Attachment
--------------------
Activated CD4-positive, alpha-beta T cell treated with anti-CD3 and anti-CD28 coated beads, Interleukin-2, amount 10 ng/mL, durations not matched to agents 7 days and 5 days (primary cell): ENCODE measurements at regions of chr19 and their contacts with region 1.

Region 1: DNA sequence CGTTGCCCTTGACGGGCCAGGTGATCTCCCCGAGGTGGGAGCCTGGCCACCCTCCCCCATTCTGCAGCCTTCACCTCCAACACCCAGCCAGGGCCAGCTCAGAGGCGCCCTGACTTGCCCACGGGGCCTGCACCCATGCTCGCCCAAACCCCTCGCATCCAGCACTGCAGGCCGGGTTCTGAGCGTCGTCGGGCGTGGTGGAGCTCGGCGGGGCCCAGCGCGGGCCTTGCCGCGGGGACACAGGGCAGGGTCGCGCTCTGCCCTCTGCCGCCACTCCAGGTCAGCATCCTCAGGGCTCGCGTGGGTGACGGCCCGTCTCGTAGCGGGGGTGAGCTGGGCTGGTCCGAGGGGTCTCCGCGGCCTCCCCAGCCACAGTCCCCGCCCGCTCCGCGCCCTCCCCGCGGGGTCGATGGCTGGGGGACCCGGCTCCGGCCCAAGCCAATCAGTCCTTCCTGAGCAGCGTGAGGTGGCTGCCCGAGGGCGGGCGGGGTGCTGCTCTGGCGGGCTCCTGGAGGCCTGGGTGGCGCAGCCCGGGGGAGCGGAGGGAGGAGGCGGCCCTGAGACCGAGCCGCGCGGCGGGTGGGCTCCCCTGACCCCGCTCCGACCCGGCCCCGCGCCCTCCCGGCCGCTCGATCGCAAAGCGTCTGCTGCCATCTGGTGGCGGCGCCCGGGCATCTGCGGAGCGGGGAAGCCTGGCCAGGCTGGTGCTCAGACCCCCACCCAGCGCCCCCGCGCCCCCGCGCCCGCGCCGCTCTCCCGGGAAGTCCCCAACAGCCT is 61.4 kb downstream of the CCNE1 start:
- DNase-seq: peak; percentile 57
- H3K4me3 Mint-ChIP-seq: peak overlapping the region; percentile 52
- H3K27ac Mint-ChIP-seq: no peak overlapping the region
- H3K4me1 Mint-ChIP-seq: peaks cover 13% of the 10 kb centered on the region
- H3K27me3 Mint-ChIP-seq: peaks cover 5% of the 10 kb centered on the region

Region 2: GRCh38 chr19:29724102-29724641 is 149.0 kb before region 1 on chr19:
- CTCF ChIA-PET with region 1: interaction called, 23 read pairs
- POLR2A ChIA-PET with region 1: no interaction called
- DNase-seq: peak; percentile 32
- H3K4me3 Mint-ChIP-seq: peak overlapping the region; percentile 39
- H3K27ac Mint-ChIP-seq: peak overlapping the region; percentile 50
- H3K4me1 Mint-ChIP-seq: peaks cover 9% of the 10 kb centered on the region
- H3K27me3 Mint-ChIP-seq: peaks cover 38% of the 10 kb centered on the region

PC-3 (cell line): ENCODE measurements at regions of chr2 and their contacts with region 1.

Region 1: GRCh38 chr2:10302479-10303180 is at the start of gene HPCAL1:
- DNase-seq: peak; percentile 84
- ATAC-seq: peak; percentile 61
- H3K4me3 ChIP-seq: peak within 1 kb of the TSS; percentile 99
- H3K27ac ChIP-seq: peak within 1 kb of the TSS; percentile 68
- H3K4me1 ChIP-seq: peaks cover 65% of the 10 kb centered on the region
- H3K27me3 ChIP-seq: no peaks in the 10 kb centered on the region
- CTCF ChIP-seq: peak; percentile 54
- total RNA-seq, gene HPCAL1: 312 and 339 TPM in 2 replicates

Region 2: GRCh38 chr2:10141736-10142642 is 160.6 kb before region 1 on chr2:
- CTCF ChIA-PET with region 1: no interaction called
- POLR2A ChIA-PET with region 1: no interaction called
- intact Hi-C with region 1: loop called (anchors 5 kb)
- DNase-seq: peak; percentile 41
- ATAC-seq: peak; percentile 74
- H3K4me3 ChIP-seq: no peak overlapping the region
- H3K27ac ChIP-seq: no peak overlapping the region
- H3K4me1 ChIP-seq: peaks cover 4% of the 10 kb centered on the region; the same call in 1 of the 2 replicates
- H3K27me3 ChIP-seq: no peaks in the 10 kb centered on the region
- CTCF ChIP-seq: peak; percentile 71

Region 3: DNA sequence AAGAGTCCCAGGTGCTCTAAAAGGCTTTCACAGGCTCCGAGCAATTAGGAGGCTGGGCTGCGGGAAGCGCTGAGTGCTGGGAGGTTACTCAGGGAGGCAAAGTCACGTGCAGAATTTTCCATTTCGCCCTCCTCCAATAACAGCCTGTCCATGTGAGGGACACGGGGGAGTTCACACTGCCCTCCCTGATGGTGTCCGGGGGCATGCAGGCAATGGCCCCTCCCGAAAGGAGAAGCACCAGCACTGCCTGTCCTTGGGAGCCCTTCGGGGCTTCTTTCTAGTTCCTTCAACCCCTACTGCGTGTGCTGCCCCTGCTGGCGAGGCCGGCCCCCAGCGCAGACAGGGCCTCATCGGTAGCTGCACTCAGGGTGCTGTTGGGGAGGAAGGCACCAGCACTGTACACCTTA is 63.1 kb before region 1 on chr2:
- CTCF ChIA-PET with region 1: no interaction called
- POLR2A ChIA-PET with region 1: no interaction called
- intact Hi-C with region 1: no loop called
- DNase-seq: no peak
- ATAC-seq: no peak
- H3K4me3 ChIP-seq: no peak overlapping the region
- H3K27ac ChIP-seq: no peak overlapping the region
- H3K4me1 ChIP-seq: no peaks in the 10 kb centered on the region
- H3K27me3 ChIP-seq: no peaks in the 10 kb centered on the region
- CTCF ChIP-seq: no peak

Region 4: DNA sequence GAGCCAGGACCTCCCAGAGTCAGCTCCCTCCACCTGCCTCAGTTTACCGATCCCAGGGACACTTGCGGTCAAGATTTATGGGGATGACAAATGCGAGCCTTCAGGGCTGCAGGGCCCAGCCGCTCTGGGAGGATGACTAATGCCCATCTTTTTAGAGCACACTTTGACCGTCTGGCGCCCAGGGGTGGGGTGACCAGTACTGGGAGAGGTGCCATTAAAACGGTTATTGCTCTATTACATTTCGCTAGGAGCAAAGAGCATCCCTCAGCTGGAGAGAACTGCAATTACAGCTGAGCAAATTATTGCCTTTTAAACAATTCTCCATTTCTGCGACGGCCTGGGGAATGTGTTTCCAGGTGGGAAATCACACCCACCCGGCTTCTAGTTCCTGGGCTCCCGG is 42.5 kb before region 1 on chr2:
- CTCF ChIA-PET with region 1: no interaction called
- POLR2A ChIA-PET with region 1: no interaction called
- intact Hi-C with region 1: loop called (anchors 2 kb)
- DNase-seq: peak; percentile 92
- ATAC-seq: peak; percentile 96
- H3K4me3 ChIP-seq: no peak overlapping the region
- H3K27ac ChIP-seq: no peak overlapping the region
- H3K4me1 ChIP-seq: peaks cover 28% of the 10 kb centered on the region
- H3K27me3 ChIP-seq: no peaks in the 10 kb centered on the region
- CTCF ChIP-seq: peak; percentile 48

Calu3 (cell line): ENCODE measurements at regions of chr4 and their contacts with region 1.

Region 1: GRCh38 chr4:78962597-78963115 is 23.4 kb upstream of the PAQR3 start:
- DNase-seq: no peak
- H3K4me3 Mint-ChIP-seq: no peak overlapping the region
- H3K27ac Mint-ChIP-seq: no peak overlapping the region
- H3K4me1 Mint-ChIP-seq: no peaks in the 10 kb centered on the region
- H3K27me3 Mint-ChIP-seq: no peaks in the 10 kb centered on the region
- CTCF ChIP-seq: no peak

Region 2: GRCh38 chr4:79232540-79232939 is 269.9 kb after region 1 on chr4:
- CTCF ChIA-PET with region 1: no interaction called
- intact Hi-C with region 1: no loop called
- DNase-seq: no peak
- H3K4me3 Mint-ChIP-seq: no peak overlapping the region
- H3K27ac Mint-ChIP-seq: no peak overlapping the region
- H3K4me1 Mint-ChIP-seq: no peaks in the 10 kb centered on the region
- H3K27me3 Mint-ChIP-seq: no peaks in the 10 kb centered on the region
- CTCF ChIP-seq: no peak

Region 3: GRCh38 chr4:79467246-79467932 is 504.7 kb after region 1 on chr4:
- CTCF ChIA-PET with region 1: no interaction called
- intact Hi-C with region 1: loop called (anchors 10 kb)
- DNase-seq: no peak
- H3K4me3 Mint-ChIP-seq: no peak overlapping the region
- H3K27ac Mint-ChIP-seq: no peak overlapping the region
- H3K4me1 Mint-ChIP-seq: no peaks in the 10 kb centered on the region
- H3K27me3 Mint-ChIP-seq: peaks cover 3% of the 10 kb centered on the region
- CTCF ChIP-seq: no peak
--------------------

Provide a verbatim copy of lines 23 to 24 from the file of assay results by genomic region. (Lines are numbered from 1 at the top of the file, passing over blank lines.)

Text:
- H3K27me3 ChIP-seq: no peaks in the 10 kb centered on the region
- CTCF ChIP-seq: peak; percentile 54